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Go Big, or Go Home. But Please, Spare Us The Whinging…

For some time there have been rumblings of disatisfaction within the Skype ecosystem.  It just seems as if they won’t go away, either.  The latest broadside is Katie Fehrenbacher’s Is Skype Neglecting Its Developers?

The grumbling comes from developers who feel that Skype isn’t doing enough for them, or that Skype is stealing their features.  Folks like EQO founder Bill Tam, who is unhappy that Skype chose to work with a competitor, or British startup Connectotel, unhappy that Skype built a competing feature, are openly criticizing the company for the quality of their developer program.

The fundamental premise behind an ecosystem strategy is that innovations by others make your own innovations more valuable.  As the vendor, your goal is to position yourself as the platform of choice for launching new and innovative applications in your market. You want lots of developers supporting your product.  Doing so allows you to position your company and product as a platform for innovation, especially amongst the highly influential (and notoriously early adopter) developer community.  You may expect any of these benefits as a result:

  1. Increases the value of your product to existing users
  2. Enables existing and new applications
  3. Unleashes innovation
  4. Creates Buzz amongst customers
  5. Attracts new users
  6. Opens new markets
  7. Reduces churn
  8. Increases ARPU
  9. Creates opportunities to leverage ISV $$ in support of your brand

Clearly there are a lot of benefits to a successful platform play.

So, what makes a good platform play?  A good ecosystem program?

Well, let’s start with developers.  A developer is going to ask five fundamental questions:

  • How big is the opportunity?
  • How easy is it for me to get started?
  • How easy is it for me to participate?
  • How and where do I find the information I need?
  • How long will it take?

These questions translate into working through some or all of the following checklist:

  1. Is there an Extensible platform
    1. published API’s
    2. rich, easy-to-use developer tools
    3. well written, clear and concise documentation with examples including sample code
    4. Developer resources, including support team, knowledge-base, bug reporting and support forums.
  2. Is there an Existing Customer Base ?
    1. How large and approachable is the community of users?  It has to be big enough to provide a realizable revenue opportunity for the developer!
  3. Does this Enable lots of developers ?
    1. No artificial barriers (i.e. $50,000 to join the program )
    2. Are there others? Existing Developers working on parallel, vertical or horizontal applications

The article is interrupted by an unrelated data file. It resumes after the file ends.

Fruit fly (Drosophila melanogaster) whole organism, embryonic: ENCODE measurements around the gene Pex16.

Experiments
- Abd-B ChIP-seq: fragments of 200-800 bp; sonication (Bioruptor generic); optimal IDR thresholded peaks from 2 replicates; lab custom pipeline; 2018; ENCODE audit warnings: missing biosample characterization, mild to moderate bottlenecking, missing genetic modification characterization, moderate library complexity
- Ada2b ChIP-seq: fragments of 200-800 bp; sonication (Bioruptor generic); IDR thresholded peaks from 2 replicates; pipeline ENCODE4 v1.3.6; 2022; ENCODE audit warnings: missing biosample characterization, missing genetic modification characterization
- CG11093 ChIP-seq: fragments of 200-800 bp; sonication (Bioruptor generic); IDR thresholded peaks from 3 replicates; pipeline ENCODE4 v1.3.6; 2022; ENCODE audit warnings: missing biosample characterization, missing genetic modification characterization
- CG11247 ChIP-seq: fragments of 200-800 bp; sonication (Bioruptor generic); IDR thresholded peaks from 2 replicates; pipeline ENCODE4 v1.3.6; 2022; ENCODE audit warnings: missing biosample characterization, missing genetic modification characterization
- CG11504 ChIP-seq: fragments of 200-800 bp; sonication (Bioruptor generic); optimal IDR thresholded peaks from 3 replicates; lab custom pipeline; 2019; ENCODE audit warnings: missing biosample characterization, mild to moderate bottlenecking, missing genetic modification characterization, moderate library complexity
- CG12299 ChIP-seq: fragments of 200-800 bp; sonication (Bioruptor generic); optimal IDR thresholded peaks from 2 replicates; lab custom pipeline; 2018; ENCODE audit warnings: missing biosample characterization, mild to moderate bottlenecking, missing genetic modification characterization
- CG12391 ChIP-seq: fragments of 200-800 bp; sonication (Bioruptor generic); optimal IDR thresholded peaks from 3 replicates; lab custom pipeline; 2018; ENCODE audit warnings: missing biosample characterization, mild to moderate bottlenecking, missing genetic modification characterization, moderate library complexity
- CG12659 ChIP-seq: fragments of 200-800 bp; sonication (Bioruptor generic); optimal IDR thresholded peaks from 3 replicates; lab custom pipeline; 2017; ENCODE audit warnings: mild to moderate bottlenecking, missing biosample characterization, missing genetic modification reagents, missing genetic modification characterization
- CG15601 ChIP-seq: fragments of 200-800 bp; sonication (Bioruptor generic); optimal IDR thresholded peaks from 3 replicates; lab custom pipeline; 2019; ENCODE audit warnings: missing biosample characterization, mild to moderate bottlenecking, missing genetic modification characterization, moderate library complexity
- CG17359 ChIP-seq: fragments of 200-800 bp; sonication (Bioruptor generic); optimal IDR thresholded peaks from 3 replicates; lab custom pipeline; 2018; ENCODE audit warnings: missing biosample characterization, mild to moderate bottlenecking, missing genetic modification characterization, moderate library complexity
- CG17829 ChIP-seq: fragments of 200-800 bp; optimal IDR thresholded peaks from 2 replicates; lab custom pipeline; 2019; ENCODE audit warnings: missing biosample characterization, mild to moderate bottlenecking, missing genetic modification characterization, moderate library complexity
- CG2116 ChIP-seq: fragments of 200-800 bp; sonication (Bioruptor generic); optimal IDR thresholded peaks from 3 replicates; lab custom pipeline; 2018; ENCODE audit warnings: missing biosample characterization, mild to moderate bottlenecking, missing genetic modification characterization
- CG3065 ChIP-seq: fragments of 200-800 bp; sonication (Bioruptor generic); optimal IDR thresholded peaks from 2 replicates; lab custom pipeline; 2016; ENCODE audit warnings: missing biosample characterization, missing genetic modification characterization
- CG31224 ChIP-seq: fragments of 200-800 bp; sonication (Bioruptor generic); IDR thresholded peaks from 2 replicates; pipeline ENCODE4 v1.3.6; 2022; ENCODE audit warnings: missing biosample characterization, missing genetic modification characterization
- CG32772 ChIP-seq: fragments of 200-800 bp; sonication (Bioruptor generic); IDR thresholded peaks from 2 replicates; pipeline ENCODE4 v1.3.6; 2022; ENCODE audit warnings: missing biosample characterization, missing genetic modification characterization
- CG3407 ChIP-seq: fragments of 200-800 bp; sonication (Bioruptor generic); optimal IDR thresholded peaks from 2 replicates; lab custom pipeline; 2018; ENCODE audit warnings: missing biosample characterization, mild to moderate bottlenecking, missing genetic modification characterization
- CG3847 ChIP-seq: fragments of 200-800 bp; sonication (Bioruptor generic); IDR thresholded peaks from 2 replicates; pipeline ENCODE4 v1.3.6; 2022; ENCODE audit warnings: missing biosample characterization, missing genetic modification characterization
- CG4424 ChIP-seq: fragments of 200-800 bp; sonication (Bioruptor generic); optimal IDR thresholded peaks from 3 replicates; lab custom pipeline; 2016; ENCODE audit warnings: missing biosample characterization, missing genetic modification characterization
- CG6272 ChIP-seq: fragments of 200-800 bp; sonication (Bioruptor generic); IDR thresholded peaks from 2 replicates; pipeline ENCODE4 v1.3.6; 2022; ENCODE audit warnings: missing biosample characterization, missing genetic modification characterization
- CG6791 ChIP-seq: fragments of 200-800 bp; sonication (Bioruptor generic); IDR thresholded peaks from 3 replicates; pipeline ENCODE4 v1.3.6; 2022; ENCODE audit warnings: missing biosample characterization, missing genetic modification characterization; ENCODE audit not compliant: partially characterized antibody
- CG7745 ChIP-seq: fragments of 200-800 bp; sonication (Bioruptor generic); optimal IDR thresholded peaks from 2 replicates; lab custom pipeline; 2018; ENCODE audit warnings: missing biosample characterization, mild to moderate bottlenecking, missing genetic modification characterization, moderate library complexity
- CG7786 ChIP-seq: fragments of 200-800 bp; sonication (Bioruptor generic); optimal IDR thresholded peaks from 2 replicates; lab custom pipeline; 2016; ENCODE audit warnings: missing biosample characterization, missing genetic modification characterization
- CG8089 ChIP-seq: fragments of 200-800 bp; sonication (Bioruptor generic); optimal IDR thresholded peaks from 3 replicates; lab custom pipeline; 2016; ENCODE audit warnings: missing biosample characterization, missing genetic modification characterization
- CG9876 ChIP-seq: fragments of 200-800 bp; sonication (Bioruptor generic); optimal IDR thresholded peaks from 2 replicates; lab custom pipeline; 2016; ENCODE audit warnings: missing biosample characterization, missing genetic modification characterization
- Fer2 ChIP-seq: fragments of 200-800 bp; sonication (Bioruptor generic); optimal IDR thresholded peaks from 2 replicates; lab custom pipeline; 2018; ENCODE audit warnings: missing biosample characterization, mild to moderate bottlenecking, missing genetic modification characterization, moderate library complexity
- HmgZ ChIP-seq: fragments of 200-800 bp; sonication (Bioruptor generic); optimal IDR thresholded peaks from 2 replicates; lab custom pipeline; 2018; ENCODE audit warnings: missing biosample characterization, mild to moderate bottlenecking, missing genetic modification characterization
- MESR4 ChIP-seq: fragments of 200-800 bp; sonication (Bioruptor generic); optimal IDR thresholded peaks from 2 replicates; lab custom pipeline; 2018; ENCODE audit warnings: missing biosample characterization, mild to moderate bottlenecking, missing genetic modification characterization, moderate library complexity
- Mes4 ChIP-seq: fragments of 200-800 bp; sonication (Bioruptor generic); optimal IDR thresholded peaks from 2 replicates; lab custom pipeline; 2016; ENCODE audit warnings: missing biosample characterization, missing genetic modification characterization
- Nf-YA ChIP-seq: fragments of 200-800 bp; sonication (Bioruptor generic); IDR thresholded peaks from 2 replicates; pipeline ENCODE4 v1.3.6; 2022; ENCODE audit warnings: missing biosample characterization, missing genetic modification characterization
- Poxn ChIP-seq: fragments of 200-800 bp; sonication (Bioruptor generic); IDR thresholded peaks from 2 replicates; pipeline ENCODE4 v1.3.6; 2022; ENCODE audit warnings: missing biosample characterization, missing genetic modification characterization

4. Are there mechanisms for monetization? For example, is there a real business in building MySpace widgets?
  5. Are there well defined Opportunities for Co-Marketing, Cross-Marketing, and Cross-Promotion?
  6. Are there any Success Stories?

The Skype program isn’t mature, but it also isn’t the failure that many are claiming.  The biggest gaps are:

  1. The platform isn’t as extensible as it could be.  Key API’s like Call Transfer are still missing.  The outdated COM object model for invoking the Skype client is a hassle to work with.  The fact that every application must invoke the client on the desktop is a constraint which prevents many new kinds of applications from being developed.  The GUI should be separated from the engine.
  2. Mechanisms for monetization are limited. Skype itself gives away features, and monetizes the application primarily through the use of network charges, thus undermining the developer who might wish to charge for product.  Skype needs to steal a page from Google, and find a way for developers to participate in their revenue stream.

Expect Skype’s strategy to mature quickly, however, now that players like AOL are starting to more aggressively build ecosystem plays.

As for the allegations of unfair play, that’s par for the course in the platform game.  By nature, platform vendors are fast followers, and applications developers need to be deep and fast innovators.  If you don’t have sufficient intellectual property, and sufficient depth in your products, then expect that the platform vendor will simply absorb your features in a future release.

Update: Later this evening, after this was posted, I got the following note from Bill Tam…

Hey Alec, I agree with many of your comments about what it takes to have a successful developer program. All developer programs go through a process of evolution and refinement. Skype’s is no exception. There’s no question it’s getting way better and we’ll all benefit from that.

We enjoy a great relationship with Skype and as I’ve mentioned many times before, their API makes it incredibly easy for third party developers like ourselves. We’re the most popular mobile download on Skype’s developer forum and we couldn’t have done that without Skype’s support. There’s absolutely no whining on our part. We are confident that our relationship with Skype will continue to flourish and that there will be opportunities for multiple partnerships..


I’m very happy to hear that Bill and his team have a good relationship with Skype, and that they view the current situation as nothing more than a growth phase in the Skype ecosystem.  Good on you, guys!

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